2. Blaha CD, Phillips AG, Lane RF (1987b) Reversal by cholecystokinin of apomorphine-induced inhibition of dopamine release in the nucleus accumbens of the rat. Regul Pept 17:301–310Google Scholar
  3. Blundell JE, Latham CJ (1980) Characterisation of adjustments to the structure of feeding behaviour following pharmacological treatment: effects of amphetamine and fenfluramine and the antagonism produced by pimozide and methergoline. Pharmacol Biochem Behav 12:717–722Google Scholar
  4. Carr GD, White NM (1986) Contributions of dopamine terminal areas to amphetamine-induced anorexia and adipsia. Pharmacol Biochem Behav 25:1–6Google Scholar
  5. Colle LM, Wise RA (1988) Facilitory and inhibitory effects of nucleus accumbens amphetamine on feeding. Ann NY Acad Sci 537:491–492Google Scholar
  6. Crawley JN (1988) Modulation of mesolimbic dopaminergic behaviors by cholecystokinin. Ann NY Acad Sci 537:380–396Google Scholar
  7. De Witte P, Swanet E, Gewiss M, Golman S, Roques B, Vanderhaeghen JJ (1985) Psychopharmacological profile of cholecystokinin using the self-stimulation and the drug discrimination paradigms. Ann NY Acad Sci 448:470–487Google Scholar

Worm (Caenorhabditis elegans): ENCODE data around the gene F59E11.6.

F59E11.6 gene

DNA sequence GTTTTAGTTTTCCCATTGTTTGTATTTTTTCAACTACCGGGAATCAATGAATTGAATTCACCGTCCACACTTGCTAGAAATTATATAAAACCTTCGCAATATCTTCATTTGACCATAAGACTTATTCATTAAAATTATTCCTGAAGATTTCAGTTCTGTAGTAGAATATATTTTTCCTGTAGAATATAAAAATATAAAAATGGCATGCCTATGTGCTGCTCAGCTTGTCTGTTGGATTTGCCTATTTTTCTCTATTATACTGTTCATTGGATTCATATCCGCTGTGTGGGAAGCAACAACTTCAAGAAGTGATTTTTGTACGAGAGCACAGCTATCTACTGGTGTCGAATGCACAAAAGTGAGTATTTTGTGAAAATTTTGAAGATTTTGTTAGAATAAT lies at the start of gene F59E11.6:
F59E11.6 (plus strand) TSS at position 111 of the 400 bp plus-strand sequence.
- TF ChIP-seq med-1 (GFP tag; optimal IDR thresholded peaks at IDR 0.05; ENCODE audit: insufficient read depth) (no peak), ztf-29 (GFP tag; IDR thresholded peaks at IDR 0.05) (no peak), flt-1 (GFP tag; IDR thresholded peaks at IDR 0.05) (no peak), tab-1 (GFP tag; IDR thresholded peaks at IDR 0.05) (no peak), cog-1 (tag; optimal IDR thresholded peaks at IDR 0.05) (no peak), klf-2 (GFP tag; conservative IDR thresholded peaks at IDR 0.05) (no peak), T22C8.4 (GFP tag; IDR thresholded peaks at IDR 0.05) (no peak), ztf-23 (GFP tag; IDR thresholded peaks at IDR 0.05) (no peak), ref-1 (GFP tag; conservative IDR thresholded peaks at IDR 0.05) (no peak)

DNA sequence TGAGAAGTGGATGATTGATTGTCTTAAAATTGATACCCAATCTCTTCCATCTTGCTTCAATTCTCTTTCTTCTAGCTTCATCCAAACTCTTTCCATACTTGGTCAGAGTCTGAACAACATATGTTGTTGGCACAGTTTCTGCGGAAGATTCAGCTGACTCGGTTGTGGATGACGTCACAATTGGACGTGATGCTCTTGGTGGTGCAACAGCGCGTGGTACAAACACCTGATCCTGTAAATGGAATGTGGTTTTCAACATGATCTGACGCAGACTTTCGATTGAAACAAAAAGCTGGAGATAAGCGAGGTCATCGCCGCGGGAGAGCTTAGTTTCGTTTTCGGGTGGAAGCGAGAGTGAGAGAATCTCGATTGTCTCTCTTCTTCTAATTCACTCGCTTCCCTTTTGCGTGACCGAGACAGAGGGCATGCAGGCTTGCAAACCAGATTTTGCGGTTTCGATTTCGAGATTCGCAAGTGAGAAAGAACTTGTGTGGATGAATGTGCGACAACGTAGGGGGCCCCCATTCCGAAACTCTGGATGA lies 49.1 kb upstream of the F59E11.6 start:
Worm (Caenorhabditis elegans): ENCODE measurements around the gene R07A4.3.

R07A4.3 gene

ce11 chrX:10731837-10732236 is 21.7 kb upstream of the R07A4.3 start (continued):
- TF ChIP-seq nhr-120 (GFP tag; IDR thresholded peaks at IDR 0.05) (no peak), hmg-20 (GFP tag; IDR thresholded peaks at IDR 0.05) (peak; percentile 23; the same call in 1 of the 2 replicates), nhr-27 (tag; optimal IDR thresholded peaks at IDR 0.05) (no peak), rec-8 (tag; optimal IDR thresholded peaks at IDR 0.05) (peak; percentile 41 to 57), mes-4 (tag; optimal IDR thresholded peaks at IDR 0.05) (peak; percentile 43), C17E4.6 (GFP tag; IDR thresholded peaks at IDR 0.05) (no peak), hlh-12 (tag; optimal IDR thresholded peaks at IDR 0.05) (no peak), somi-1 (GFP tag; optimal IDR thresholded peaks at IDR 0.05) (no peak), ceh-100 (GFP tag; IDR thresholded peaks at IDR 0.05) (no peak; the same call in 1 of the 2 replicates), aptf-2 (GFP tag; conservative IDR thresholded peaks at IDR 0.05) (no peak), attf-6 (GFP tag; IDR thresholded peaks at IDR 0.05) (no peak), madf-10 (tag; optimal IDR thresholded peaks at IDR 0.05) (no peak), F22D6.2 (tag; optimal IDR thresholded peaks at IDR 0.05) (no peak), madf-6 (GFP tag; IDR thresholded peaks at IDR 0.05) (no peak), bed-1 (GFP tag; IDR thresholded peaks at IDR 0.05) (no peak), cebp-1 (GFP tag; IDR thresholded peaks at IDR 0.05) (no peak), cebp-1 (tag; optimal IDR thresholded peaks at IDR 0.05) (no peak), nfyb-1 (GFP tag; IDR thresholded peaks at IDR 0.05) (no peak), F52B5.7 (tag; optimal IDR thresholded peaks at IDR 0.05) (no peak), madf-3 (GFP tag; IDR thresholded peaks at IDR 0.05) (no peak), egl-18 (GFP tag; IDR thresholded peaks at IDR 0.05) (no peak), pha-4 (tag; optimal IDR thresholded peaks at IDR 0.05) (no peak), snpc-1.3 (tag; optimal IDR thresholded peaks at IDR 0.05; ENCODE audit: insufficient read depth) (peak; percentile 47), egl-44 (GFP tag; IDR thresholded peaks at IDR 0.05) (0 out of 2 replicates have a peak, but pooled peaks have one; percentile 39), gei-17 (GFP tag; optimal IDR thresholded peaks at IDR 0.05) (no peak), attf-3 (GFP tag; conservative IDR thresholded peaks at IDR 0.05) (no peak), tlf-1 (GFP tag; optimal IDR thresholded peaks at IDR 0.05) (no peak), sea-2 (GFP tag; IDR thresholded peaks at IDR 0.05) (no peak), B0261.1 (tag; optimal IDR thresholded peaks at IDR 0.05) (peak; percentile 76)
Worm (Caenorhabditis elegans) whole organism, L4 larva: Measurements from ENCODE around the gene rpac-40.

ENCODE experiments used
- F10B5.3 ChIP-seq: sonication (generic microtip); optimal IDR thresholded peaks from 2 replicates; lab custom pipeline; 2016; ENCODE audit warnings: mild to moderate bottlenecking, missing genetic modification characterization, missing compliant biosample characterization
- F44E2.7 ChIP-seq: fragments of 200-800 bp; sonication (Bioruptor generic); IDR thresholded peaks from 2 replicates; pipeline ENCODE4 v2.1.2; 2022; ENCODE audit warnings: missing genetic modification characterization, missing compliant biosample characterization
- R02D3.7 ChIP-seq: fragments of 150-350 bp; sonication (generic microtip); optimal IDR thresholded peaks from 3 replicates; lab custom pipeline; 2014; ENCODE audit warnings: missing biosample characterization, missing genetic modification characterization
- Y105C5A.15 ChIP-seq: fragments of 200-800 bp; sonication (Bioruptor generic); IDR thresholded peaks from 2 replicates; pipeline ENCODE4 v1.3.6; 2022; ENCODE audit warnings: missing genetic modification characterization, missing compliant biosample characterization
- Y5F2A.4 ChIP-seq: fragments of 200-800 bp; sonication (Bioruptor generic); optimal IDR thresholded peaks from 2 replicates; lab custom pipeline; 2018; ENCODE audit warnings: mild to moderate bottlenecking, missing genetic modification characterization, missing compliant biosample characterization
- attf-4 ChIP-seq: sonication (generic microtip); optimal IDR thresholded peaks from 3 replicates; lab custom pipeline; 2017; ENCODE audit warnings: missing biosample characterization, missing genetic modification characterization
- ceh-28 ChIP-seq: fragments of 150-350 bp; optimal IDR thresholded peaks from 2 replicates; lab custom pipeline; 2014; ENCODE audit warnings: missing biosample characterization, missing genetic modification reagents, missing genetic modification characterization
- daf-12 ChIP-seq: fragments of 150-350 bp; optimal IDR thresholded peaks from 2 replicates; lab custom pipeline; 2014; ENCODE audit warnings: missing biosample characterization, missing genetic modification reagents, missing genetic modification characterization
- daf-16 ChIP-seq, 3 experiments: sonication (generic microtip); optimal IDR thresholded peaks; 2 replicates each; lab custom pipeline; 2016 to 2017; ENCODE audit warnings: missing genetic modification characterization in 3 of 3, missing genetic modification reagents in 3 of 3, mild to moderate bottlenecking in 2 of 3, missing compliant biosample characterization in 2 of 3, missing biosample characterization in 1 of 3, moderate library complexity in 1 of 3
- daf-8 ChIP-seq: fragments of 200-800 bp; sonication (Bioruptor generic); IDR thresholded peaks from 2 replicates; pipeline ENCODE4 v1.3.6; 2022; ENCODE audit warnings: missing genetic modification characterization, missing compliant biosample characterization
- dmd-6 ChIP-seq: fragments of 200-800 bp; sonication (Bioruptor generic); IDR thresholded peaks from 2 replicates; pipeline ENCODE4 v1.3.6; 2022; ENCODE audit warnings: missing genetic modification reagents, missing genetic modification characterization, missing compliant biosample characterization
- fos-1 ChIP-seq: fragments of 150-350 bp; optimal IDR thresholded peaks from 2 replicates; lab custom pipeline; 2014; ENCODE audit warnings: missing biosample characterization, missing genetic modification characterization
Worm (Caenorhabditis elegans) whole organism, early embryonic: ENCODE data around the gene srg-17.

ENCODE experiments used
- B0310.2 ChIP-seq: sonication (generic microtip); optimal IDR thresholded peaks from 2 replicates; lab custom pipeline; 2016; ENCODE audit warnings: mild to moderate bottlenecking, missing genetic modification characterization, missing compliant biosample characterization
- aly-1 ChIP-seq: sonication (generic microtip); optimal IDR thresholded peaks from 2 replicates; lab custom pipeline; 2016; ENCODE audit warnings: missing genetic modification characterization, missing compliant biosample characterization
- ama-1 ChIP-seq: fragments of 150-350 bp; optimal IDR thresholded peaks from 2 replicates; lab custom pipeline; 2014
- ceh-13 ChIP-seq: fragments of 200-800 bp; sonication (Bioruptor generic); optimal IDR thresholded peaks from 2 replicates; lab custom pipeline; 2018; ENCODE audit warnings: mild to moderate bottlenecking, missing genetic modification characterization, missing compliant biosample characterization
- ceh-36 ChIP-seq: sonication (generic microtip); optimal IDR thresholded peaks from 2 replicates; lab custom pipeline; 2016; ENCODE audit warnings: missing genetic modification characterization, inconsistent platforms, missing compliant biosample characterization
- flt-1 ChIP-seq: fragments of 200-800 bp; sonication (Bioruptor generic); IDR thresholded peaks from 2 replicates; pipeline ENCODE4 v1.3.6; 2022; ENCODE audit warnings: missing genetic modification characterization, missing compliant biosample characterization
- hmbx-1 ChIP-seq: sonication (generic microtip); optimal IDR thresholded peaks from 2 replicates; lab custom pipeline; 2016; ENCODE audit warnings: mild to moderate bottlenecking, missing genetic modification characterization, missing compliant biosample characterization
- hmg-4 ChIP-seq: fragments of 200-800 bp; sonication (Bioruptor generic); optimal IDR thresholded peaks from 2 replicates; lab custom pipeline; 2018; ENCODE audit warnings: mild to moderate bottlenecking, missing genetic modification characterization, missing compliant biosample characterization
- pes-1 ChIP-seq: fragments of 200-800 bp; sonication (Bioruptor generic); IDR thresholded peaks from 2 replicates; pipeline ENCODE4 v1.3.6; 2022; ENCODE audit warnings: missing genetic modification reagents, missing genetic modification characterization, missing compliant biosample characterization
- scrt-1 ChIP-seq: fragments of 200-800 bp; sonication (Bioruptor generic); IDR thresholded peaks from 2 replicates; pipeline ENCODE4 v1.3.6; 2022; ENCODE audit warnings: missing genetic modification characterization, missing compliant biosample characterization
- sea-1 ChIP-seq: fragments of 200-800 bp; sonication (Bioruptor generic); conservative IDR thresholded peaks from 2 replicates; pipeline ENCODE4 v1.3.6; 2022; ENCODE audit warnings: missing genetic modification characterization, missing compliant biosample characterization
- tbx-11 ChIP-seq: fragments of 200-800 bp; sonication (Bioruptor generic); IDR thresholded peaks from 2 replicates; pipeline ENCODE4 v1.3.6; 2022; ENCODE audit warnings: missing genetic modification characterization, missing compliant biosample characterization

8. Dobrzanski S, Doggett NS (1976) The effects of (+)-amphetamine and fenfluramine on feeding in starved and satiated mice. Psychopharmacology 48:283–286Google Scholar
  9. Eichler AJ, Antelman SM (1977) Apomorphine: feeding or anorexia depending on internal state. Commun Psychopharmacol 1:533–540Google Scholar
  10. Emson PC, Lee CM, Rehfeld JF (1980) Cholecystokinin octapeptide: vesicular localization and calcium dependent release from rat brain in vivo. Life Sci 26:2157–2163Google Scholar
  11. Evans KR, Eikelboom R (1987) Feeding induced by ventricular bromocriptine and amphetamine: a possible excitatory role for dopamine in eating behavior. Behav Neurosci 101 [4]:591–593Google Scholar
  12. Evans KR, Vaccarino FJ (1986) Intra-nucleus accumbens amphetamine: dose-dependent effects on food intake. Pharmacol Biochem Behav 25:1149–1151Google Scholar